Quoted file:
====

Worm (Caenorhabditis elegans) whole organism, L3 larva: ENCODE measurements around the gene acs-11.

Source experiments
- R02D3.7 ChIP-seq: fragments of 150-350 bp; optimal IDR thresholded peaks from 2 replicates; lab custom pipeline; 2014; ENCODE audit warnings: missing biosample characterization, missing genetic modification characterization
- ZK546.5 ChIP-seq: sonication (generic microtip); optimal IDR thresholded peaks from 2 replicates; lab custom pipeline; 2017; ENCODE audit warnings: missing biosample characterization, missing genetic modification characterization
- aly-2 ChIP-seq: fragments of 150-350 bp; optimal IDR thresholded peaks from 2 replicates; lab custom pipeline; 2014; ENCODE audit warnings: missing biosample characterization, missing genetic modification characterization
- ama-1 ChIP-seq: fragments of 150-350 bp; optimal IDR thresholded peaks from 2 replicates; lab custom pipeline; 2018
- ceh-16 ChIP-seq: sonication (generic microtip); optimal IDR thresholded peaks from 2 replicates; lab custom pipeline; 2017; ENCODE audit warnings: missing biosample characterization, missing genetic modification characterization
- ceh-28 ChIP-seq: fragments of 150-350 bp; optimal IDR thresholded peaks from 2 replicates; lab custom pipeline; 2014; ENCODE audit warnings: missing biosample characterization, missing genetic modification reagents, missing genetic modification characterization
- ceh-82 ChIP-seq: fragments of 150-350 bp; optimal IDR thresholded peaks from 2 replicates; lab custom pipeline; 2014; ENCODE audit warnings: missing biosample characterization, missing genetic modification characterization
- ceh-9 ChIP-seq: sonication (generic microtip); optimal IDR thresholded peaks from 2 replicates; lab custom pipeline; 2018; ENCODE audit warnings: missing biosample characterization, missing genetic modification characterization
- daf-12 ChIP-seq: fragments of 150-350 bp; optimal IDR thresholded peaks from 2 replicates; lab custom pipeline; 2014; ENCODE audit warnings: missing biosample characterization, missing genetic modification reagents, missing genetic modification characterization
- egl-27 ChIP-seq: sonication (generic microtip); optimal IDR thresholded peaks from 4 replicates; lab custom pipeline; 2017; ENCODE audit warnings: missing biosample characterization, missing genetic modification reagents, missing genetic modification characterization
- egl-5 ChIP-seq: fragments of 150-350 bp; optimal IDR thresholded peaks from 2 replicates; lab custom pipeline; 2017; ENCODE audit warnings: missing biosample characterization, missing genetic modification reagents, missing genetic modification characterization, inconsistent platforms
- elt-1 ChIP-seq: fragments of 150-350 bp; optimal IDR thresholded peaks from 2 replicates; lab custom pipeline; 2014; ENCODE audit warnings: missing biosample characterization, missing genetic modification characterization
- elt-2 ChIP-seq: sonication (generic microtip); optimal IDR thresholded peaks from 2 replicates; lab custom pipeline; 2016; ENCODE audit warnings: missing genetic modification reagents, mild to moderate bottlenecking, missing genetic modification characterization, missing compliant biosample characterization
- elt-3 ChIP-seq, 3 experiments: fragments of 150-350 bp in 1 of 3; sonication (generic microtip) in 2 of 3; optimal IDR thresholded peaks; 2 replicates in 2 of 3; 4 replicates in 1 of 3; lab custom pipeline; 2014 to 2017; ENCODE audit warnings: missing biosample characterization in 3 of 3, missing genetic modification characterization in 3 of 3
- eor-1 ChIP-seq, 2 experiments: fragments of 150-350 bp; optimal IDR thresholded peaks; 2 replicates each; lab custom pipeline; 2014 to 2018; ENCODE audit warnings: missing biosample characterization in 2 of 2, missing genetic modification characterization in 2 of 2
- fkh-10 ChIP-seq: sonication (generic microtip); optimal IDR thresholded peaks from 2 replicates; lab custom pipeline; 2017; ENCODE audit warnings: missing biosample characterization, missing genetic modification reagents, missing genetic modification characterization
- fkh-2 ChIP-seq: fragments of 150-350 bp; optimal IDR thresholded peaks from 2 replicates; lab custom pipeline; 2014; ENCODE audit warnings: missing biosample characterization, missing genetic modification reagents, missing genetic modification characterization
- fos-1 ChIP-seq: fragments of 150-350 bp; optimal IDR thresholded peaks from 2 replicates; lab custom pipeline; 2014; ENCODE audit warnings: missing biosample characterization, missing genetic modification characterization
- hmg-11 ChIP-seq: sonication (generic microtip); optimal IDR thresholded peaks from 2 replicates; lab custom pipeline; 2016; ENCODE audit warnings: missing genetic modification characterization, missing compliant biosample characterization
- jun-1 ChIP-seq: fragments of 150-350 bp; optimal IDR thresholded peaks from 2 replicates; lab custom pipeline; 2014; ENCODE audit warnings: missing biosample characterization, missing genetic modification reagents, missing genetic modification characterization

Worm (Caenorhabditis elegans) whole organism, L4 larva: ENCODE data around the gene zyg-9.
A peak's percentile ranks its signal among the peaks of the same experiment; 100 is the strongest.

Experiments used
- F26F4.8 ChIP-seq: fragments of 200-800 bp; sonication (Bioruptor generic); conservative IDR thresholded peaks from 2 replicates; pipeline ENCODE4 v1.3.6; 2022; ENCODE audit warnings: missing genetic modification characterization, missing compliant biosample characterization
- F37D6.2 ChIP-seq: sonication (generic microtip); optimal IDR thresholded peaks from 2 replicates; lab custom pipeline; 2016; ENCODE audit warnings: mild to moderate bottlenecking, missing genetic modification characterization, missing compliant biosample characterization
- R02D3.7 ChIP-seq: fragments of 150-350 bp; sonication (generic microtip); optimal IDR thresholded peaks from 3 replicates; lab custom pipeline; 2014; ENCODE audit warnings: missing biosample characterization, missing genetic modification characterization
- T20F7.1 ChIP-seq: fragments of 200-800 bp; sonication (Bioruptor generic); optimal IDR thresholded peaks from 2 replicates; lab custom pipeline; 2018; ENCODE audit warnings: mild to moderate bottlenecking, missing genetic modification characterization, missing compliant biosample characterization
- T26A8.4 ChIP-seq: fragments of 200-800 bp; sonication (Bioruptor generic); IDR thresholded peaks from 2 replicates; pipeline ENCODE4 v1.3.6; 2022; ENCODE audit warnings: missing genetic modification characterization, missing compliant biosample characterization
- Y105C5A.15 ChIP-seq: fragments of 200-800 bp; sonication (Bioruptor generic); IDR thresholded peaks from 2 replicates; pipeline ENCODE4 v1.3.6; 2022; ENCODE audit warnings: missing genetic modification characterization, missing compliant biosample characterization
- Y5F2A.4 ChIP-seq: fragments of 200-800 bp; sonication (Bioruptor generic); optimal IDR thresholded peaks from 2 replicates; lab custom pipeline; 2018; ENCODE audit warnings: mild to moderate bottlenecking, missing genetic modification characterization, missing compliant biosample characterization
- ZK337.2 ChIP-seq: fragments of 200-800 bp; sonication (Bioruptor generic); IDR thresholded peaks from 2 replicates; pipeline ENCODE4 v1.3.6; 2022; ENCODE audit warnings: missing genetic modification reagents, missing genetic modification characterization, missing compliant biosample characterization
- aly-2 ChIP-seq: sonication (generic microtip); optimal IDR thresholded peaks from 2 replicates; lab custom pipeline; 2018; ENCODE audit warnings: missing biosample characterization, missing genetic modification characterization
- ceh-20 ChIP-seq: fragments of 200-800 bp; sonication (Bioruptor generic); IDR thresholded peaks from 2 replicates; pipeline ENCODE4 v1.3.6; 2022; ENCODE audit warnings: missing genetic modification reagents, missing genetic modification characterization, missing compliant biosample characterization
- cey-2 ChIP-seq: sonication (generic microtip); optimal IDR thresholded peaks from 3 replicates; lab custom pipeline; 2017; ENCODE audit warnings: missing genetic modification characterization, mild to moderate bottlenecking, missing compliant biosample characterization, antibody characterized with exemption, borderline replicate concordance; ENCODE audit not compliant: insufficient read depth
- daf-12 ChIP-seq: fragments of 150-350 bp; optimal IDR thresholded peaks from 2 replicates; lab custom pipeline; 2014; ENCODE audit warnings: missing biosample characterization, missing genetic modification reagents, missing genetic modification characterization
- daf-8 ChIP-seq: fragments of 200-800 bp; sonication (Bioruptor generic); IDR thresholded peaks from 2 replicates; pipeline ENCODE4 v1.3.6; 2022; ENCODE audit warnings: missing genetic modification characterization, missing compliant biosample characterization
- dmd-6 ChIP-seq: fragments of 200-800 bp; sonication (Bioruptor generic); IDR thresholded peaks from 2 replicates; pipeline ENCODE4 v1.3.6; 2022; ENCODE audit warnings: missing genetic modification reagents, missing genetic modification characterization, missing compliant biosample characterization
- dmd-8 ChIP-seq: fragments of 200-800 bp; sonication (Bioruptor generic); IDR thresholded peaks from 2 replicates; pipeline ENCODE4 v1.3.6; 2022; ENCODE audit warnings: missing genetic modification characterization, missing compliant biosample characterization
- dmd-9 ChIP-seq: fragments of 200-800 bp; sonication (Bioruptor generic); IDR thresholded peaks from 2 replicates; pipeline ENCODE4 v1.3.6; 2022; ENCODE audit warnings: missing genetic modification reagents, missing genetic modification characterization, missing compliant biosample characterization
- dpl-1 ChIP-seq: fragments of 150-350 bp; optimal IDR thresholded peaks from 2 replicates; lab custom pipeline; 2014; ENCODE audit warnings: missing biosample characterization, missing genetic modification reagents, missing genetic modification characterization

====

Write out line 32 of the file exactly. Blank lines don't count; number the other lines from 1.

- Y5F2A.4 ChIP-seq: fragments of 200-800 bp; sonication (Bioruptor generic); optimal IDR thresholded peaks from 2 replicates; lab custom pipeline; 2018; ENCODE audit warnings: mild to moderate bottlenecking, missing genetic modification characterization, missing compliant biosample characterization